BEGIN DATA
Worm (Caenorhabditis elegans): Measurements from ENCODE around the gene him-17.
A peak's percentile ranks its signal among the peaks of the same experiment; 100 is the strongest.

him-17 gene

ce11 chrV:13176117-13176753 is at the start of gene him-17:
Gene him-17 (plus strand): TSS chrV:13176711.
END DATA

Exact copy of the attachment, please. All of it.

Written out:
Worm (Caenorhabditis elegans): Measurements from ENCODE around the gene him-17.
A peak's percentile ranks its signal among the peaks of the same experiment; 100 is the strongest.

him-17 gene

ce11 chrV:13176117-13176753 is at the start of gene him-17:
Gene him-17 (plus strand): TSS chrV:13176711.